It’s mid-summer and let’s face it, for many it is far from “prime time” to catch a bass. Cooler days are just around the corner but for most this is the time of year when bass fishing slows. The reality of the situation, however, is that the heat of the summer can actually supply some great fishing for those who are ready to mix it up.
During summertime months there are a few classic presentations that people reach for in order to put bass in the boat. For many it is a topwater frog, Texas-rigged worm or a spinnerbait. I’m not trying to say these baits don’t produce, that’s not it at all. But one might be amazed as to how a simple change can really produce big time.
With so many different soft plastic style baits on the market today it can be hard to decide what body style to use. One specific body style that has really blossomed over the past few years is the creature-style bait. From tournament pros to just the average angler, these baits have proven to be dynamite when it comes to catching bucketmouths.
What makes a creature bait a creature bait? These types of soft plastics are generally found with multiple appendages. It’s as if a tube, a worm, lizard and a craw bait were all mashed together to create a Frankenstein soft plastic. The motto with many soft plastic companies today seems to be “the weirder the look, the better.”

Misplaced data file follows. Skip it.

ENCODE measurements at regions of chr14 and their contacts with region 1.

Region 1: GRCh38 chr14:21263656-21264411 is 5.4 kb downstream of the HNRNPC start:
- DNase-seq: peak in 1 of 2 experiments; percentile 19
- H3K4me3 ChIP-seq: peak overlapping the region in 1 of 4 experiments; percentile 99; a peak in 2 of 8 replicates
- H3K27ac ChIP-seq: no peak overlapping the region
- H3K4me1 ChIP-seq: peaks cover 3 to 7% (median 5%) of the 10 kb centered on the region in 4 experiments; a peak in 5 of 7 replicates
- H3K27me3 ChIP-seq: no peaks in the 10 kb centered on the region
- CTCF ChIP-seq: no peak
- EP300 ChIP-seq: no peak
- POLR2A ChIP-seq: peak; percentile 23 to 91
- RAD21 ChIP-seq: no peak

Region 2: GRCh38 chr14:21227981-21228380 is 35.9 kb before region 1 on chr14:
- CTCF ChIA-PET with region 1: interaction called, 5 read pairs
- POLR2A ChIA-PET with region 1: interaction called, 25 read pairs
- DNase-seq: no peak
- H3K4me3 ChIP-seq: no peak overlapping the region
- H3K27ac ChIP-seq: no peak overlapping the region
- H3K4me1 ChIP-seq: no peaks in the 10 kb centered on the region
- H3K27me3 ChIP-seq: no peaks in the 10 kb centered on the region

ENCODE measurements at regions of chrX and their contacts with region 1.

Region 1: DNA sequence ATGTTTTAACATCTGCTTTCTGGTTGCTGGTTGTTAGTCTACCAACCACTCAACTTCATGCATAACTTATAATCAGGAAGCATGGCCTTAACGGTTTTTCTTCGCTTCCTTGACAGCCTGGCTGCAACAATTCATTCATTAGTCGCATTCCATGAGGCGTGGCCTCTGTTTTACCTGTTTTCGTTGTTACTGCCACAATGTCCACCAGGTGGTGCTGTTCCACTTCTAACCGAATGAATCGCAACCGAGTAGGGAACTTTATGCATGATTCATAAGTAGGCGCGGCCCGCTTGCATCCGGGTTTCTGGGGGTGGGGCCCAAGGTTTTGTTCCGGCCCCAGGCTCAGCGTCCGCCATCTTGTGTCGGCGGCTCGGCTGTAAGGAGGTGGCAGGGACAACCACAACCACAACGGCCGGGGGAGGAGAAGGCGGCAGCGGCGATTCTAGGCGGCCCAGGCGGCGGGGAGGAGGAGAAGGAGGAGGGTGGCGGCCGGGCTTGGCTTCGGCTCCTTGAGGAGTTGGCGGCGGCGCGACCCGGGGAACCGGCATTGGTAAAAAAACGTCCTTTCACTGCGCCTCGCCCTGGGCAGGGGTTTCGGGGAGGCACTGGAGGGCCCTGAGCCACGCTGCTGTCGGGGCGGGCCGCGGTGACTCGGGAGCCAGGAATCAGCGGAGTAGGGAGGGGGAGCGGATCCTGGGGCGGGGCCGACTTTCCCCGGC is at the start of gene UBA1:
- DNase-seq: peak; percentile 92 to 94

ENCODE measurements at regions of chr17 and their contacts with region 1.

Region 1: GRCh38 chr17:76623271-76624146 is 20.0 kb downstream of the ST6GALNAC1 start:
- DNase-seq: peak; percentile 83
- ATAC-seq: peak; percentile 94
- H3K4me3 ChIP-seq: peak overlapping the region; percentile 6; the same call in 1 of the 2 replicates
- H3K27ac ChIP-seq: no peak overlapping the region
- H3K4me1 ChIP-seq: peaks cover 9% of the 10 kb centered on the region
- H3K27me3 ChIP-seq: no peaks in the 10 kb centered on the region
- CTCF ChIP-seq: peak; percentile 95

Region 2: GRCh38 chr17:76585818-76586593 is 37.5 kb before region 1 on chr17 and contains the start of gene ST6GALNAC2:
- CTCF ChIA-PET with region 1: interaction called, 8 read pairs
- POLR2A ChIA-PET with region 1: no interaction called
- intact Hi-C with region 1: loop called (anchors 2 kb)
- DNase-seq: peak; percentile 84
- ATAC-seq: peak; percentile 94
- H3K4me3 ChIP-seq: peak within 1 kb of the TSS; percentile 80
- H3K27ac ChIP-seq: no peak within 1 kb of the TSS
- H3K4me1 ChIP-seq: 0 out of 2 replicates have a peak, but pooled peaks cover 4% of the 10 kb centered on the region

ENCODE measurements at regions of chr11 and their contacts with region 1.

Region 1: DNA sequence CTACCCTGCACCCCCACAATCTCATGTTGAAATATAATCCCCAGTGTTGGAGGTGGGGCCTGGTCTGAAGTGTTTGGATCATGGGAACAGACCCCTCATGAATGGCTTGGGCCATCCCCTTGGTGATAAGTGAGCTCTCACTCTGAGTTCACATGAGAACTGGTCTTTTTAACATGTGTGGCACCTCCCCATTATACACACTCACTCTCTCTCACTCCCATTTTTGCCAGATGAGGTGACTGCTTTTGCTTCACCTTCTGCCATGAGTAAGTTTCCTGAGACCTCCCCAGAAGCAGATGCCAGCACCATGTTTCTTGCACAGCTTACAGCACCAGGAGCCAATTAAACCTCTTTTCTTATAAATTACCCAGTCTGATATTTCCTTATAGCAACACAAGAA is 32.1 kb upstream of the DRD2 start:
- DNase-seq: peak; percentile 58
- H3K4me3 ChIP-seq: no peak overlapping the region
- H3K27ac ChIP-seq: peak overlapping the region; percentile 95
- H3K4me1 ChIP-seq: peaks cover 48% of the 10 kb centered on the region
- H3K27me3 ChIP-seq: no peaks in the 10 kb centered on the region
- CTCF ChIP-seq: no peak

The look of a creature bait plays into its role as a very universal plastic. It can imitate a bluegill, a crawdad, a bullhead, salamander or just about anything that largemouth like to feed on. Some of these plastics can be found with more “moving” parts to them. Open water situations are great to use baits like this in. Another category could be found in the sea of creature bait choices; the more subtle version. Baits like this tend to have parts that don’t swim or do much of anything in the water. They are more there to add bulk to the bait and give it a larger profile.
The great thing about these odd-looking baits is that they are at home most anywhere you can throw them. One of the best places to entice warm summertime bass into biting is up near the bank. From rocks to weed to wood, the bank has all the cover and food to keep a bass content.
There are really only a few options when it comes to tackle for throwing these baits shallow. First is the rod. Some of the baits are bulky by nature, then you add a weight and decent sized hook to it and you have one hefty offering to present. That is why most people who fish these baits prefer a 7 foot med-heavy rod. This is about the best all-around rod that you can get. You can get away with a shorter rod but I would say nothing less than a med-heavy action rod. The key is to have that pulling power in your rod to get the fish up and out of the cover.
The number one choice for line when fishing shallow cover is braided line. Braid allows you to cut through the weeds when you set the hook, and has zero stretch to help drive the hook home. Another great feature is that your sensitivity goes through the roof with braid. You can feel every little thing that bait is doing underwater. 30 to 50-pound Sufix 832 braid should work in most any situations, though, if you are fishing some serious cover then 65-pound is the way to go. The main reason for using bigger sized line is to help prevent the line from breaking on the initial shock of the hook set. Fluorocarbon works well too if the fish seem line shy or flouro is just what you feel more comfortable with. In that case go with something in the 15 to 20-pound range.